So the LGMT-IT (Leadership General Military Training--Instructional Techniques)
course graduated on Wednesday. They gave me two days off, and I start with
Raven Platoon on Saturday. Raven is a Youth Employment Training program
for First Nations people--kind of a summer camp with a military theme.
We run these kids ages 16-24 through a watered-down, kindler/gentler mini-recruit
course. It should be fun. At the worst, I should have some new Dumb Recruit
© moments for you.
Today Pen and I are going into Victoria for the big Cultural Festival that
they run every year. Lots of food, crafts vendors, and music and dancing
from various cultures around the world. Then we're going on a three hour
sail aboard this wicked cool sail boat, and tonight we'll probably go see
T3. (We watched the first two movies the past two nights just to bone up
on the story.)
Sailing yesterday was great. We took a three-hour tour aboard the Thane--a
fifty-five foot sailboat. The three-hour tour thing made me a bit nervous,
but I checked and there was no one named Gilligan on board so I figured
we were safe. The captain told us Thane was modeled after the Captain Joshua
Slocum's vessel--Spray. Slocum was the first man to circumnavigate the
world solo. Apparently he would wire the papers to tell them what he was
up to, but no one would believe him. I commented that maybe he should have
brought along a witness, but either no one got it, or they just though
I was an idiot and were too polite to laugh.
That happens to me a lot. The other day we were watching an escape artist
do his act on the inner boardwalk. He'd wrapped himself up in about three
hundred turns of saran wrap, and was trying to get out. I said, "On the
bright side, if you don't escape at least you'll stay fresh for days."
Nothing. I wonder if maybe that's why I'm having a hard time selling the
humour in Darkside?
to all my American friends, happy Independance Day!
Tommy Prince Platoon--that's what it's called now, after the most decorated
Canadian Indian....er....American Ind…um…Native Ameri....no, that's not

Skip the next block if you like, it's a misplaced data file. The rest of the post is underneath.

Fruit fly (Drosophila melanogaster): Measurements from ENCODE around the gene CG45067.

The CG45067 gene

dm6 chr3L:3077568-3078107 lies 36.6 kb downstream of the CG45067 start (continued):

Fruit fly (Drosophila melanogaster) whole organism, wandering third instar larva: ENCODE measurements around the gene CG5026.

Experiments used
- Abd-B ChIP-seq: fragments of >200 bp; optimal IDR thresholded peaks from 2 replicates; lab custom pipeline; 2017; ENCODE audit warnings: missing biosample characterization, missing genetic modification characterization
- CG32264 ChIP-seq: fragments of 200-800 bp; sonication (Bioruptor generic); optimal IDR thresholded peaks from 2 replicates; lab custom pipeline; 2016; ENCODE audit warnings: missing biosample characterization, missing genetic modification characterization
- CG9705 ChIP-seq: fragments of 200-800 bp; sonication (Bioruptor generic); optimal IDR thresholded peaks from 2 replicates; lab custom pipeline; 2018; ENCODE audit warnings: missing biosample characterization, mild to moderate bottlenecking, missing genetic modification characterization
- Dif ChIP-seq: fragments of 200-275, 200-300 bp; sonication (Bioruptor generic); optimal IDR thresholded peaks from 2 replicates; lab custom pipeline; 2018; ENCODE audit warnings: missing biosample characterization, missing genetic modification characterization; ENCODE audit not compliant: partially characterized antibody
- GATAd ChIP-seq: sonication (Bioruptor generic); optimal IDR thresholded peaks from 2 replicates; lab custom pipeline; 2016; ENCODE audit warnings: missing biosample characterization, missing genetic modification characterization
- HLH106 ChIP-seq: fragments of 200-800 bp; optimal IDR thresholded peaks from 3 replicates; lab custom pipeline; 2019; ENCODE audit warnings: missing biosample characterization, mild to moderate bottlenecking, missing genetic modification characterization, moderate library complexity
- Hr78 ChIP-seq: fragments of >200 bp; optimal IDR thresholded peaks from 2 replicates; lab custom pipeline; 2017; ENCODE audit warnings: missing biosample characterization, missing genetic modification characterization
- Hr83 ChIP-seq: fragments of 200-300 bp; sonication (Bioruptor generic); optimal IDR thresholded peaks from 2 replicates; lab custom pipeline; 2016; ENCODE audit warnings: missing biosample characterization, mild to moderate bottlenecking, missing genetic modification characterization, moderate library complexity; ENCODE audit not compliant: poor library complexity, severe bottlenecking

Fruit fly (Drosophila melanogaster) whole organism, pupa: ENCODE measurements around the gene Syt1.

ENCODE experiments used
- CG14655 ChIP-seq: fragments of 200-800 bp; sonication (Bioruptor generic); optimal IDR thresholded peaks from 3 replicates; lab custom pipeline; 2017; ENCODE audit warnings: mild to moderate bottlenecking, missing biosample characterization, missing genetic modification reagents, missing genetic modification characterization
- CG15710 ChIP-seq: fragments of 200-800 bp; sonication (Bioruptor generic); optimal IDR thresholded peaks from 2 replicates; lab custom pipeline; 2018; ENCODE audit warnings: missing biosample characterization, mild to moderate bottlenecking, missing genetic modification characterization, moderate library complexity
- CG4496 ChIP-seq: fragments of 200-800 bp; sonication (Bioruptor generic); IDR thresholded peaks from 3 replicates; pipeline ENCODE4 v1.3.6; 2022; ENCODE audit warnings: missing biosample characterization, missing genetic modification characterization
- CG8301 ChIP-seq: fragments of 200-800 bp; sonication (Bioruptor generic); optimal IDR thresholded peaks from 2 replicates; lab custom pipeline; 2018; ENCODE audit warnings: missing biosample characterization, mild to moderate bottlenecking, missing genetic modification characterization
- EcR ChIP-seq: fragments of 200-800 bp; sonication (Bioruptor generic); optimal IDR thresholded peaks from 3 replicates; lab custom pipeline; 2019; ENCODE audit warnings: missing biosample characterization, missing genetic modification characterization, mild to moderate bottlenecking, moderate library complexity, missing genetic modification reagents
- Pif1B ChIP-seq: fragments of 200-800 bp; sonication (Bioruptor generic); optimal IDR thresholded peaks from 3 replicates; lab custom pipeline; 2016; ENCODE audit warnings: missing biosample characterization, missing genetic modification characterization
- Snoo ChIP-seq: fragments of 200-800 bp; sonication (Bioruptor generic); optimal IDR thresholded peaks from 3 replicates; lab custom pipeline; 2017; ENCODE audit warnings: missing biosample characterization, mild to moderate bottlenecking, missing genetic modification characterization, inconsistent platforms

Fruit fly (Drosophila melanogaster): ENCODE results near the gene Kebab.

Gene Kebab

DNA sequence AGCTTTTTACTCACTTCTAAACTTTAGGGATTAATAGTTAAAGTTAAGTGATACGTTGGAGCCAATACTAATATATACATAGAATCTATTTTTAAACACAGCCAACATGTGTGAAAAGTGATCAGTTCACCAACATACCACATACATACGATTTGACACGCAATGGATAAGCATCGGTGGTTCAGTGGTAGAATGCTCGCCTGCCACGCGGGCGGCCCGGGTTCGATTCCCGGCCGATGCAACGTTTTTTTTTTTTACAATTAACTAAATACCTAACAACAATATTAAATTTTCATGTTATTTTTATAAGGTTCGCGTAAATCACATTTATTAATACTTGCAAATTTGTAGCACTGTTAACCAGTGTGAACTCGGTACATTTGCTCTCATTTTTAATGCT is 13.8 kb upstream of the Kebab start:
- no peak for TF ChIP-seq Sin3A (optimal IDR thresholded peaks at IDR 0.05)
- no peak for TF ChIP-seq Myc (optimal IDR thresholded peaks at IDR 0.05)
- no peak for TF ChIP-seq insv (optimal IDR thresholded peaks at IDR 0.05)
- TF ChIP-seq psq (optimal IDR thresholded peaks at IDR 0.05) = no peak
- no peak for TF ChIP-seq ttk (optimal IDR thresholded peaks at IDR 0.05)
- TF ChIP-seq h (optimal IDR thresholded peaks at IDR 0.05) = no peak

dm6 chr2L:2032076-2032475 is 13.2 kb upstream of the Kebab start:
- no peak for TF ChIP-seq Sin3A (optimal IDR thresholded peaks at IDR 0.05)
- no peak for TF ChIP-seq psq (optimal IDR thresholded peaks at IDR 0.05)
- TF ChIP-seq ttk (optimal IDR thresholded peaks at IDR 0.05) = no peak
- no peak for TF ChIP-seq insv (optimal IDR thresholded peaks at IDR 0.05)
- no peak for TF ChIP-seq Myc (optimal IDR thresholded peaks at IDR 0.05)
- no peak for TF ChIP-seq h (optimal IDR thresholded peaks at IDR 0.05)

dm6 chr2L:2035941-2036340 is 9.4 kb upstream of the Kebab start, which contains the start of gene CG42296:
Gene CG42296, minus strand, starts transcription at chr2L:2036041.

it....Aboriginal....wait, I've got it....First Nations veteran--is in full
swing now. (Whew! This political correctness bull....er....lingo is tough
to get the hang of.) I'd like to say things are going along smoothly, but---EDIT--Hey!
What the heck?
Oh, right. Sorry. Things are wonderful. The program is working just fine.
The staff is working hard to assimila...train our First Nations youth in
the Canadian military tradition, and blah, blah, blah. How's that for a
Warrant: Did you fall
asleep in weapons class again?
Recruit: I think so.
Warrant: What do you
mean you think so?
Recruit: I closed my
eyes, and when I opened them it was ten minutes later.
Warrant: So, what did
Recruit: How would
I know? I was sleeping.
Today a Master Seaman was making fun of the air force, and more specifically,
the Sea King helicopter. (Granted, even I have to admit the Sea King can
best be described as a thousand whirling parts flying in close formation,
but I'm air force, so it's okay.) As an example, he made reference to a
Sea King that went down in the ocean as it was trying to land on the back
of one of their ships. He pointed out how it floundered in the water for
forty-five minutes before navy personnel rescued its crew, and the ship
finally sank out of sight. To which I replied: "Yeah, but that Sea King
floated for forty-five minutes longer than one of your ships can fly."
Navy people. You have to coddle 'em sometimes.
So we went rappelling on Saturday. It went well. We give them an hour or
two of ground school, and then take them up the tower. At the top we inspect
them to make sure they're rigged properly, then give them the command,
"Ready." They connect up, and on the command, "Position," take up
a position at the edge of the tower. At this point they holler down to
the person on brake, "ONE ON RAPPEL," who hollers back, "ONE ON BELAY."
I had a little trouble convincing one of the female recruits, but after
passing inspection, and hearing the "Position" command, she hesitantly
moved into position.
"I can't don't it, Master Corporal, " she said, shaking like a leaf.
"Sure you can," I told her. "If the Master Seaman can do it, anyone can."
(Okay, that was a little dig at my navy co-workers, but it got a laugh
out of her.) "Just take a deep breath." After she'd taken several I asked
her, "All right, what do you say to the person down below?"
At which point she turned and called out, "I'M NOT COMMING!"
Female Recuit: Can I
speak to you for a moment, Master?
Me: That's Master Corporal,
but I like your attitude.
(By the way, the first
recruit did successfully rappel down the tower.)